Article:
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Home > Dictionary of Science Quotations > Scientist Names Index L > Irving Langmuir Quotes

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Irving Langmuir
(31 Jan 1881 - 16 Aug 1957)

American physical chemist who was awarded the 1932 Nobel Prize for Chemistry, famous for his investigation of reactions at thin surface films. He improved incandescent light bulbs by filling them with inert gases rather than a vacuum, and also developed atomic-hydrogen welding.

Science Quotes by Irving Langmuir (5 quotes)

A chemist who does not know mathematics is seriously handicapped.
— Irving Langmuir
Quoted in Albert Rosenfeld, Langmuir: The Man and the Scientist (1962), 293.
Science quotes on:  |  Chemist (88)  |  Handicap (5)  |  Mathematics (1149)

Many of the things that have happened in the laboratory have happened in ways it would have been impossible to foresee, but not impossible to plan for in a sense. I do not think Dr. Whitney deliberately plans his serendipity but he is built that way; he has the art—an instinctive way of preparing himself by his curiosity and by his interest in people and in all kinds of things and in nature, so that the things he learns react on one another and thereby accomplish things that would be impossible to foresee and plan.
— Irving Langmuir
Quoted in Guy Suits, 'Willis Rodney Whitney', National Academy of Sciences, Biographical Memoirs (1960), 355.
Science quotes on:  |  Accomplishment (79)  |  Curiosity (105)  |  Deliberate (12)  |  Foresee (13)  |  Happening (32)  |  Impossibility (52)  |  Instinct (65)  |  Interest (235)  |  Laboratory (131)  |  Nature (1211)  |  People (388)  |  Plan (87)  |  Preparation (41)  |  Reaction (61)  |  Research (589)  |  Serendipity (15)  |  Willis R. Whitney (17)

Train yourselves. Don't wait to be fed knowledge out of a book. Get out and seek it. Make explorations. Do your own research work. Train your hands and your mind. Become curious. Invent your own problems and solve them. You can see things going on all about you. Inquire into them. Seek out answers to your own questions. There are many phenomena going on in nature the explanation of which cannot be found in books. Find out why these phenomena take place. Information a boy gets by himself is enormously more valuable than that which is taught to him in school.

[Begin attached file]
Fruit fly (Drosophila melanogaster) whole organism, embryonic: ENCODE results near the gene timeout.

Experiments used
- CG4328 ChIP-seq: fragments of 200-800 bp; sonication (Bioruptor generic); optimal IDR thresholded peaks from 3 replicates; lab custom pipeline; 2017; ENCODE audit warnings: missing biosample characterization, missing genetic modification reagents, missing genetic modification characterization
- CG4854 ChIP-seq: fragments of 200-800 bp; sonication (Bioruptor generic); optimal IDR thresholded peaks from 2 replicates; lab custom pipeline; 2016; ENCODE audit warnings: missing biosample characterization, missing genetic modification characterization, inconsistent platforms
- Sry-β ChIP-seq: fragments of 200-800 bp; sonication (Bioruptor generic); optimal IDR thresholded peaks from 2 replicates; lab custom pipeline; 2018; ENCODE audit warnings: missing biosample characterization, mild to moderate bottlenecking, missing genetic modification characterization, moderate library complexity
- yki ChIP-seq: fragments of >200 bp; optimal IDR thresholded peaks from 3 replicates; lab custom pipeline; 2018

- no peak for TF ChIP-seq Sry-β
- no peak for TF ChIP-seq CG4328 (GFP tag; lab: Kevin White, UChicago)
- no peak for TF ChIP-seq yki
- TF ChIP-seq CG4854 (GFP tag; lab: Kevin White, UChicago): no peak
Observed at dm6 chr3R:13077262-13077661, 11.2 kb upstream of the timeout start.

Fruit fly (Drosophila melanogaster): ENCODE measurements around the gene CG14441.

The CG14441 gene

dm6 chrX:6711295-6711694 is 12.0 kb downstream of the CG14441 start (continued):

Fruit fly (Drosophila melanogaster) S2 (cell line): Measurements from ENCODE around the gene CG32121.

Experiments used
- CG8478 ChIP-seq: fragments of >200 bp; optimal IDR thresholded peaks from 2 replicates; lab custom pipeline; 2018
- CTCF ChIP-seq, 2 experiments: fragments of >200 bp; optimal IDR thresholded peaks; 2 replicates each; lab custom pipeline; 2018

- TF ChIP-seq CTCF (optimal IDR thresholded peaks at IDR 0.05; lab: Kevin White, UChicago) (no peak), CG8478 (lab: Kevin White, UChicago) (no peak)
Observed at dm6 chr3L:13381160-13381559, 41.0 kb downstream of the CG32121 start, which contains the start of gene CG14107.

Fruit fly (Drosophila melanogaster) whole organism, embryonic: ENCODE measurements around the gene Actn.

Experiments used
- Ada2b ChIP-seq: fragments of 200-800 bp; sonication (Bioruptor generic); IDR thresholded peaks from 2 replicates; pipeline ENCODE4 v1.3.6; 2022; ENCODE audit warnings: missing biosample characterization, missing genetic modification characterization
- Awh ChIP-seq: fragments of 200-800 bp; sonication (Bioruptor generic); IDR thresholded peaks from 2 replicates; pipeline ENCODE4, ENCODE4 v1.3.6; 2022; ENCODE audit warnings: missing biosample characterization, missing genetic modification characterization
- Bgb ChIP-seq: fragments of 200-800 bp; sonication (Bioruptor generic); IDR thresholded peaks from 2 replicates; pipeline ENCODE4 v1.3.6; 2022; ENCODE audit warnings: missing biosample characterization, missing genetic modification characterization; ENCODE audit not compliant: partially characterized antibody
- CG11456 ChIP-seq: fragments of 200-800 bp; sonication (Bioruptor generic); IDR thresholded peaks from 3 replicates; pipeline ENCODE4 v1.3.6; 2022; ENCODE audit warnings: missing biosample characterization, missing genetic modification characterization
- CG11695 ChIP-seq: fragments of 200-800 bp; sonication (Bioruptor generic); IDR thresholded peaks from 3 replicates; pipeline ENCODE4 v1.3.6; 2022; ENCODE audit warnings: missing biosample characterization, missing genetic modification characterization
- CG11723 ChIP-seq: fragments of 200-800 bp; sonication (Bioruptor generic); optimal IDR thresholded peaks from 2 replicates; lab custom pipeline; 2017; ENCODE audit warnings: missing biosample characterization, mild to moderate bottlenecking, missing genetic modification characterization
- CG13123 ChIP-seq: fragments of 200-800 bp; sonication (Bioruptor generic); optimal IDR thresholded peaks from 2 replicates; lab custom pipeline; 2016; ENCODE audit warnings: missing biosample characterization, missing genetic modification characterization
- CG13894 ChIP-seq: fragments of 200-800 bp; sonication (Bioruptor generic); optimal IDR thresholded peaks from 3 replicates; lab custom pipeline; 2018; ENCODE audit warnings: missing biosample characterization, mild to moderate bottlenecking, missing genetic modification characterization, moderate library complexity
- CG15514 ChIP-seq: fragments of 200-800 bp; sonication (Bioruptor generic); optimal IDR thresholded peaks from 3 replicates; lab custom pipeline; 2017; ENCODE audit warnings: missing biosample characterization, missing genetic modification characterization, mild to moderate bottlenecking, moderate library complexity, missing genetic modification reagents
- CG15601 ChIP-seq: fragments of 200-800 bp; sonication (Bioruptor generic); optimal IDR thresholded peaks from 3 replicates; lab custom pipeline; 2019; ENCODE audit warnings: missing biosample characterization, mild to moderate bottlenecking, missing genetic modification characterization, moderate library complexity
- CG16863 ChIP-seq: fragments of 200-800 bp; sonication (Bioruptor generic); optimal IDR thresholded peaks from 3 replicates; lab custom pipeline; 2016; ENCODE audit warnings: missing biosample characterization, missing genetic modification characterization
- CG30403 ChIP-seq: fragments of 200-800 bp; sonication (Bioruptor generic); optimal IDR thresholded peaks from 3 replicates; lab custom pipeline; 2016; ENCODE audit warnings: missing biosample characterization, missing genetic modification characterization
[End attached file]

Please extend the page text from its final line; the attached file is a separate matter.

— Irving Langmuir
In 'Dr. Irving Langmuir', Boys' Life (Jul 1941), 12.
Science quotes on:  |  Advice (40)  |  Answer (249)  |  Boy (46)  |  Curiosity (105)  |  Enormous (41)  |  Enquiry (76)  |  Exploration (122)  |  Finding (30)  |  Hand (141)  |  Information (121)  |  Invention (318)  |  Knowledge (1293)  |  Learning (177)  |  Mind (743)  |  Phenomenon (276)  |  Problem (490)  |  Question (404)  |  Research (589)  |  School (117)  |  Seek (104)  |  Solution (211)  |  Student (201)  |  Teaching (107)  |  Train (45)  |  Value (240)

[In the case of research director, Willis R. Whitney, whose style was to give talented investigators as much freedom as possible, you may define “serendipity” as] the art of profiting from unexpected occurrences. When you do things in that way you get unexpected results. Then you do something else and you get unexpected results in another line, and you do that on a third line and then all of a sudden you see that one of these lines has something to do with the other. Then you make a discovery that you never could have made by going on a direct road.